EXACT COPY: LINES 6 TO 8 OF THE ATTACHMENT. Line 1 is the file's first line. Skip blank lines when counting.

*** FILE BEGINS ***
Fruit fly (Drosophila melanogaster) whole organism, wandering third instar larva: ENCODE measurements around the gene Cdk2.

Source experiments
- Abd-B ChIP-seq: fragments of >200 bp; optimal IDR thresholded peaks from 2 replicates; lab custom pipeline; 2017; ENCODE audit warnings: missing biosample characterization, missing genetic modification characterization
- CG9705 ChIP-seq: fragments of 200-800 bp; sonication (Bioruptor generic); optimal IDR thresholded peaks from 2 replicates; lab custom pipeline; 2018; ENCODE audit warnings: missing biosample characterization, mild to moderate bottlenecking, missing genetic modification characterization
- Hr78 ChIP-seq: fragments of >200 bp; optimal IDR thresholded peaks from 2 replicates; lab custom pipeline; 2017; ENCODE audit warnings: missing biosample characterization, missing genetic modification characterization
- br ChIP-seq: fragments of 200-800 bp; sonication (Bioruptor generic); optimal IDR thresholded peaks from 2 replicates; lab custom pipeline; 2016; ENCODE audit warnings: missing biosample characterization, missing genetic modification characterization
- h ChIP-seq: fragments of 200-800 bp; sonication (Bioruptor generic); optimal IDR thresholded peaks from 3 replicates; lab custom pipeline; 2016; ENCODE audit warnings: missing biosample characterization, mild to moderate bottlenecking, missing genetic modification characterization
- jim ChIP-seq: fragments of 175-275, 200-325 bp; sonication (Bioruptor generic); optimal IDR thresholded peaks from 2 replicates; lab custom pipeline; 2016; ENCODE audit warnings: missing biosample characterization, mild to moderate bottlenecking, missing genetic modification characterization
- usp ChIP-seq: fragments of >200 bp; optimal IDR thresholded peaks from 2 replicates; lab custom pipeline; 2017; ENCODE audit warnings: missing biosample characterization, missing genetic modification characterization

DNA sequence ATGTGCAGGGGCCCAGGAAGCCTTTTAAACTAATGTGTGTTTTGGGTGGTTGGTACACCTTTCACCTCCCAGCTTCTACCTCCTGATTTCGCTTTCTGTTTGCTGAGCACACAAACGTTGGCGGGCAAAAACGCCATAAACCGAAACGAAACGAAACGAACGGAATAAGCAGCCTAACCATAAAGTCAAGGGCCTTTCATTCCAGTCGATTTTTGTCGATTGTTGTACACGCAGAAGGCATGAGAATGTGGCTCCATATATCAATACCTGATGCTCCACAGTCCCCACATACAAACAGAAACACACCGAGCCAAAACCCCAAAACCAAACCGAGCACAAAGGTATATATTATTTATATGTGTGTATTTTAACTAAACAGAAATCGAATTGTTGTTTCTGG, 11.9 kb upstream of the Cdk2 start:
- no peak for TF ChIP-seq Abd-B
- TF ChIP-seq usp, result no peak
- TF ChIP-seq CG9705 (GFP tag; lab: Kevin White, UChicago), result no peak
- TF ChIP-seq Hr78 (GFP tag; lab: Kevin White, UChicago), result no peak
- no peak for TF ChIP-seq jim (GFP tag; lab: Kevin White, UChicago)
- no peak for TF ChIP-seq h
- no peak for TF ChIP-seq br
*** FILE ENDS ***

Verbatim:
- br ChIP-seq: fragments of 200-800 bp; sonication (Bioruptor generic); optimal IDR thresholded peaks from 2 replicates; lab custom pipeline; 2016; ENCODE audit warnings: missing biosample characterization, missing genetic modification characterization
- h ChIP-seq: fragments of 200-800 bp; sonication (Bioruptor generic); optimal IDR thresholded peaks from 3 replicates; lab custom pipeline; 2016; ENCODE audit warnings: missing biosample characterization, mild to moderate bottlenecking, missing genetic modification characterization
- jim ChIP-seq: fragments of 175-275, 200-325 bp; sonication (Bioruptor generic); optimal IDR thresholded peaks from 2 replicates; lab custom pipeline; 2016; ENCODE audit warnings: missing biosample characterization, mild to moderate bottlenecking, missing genetic modification characterization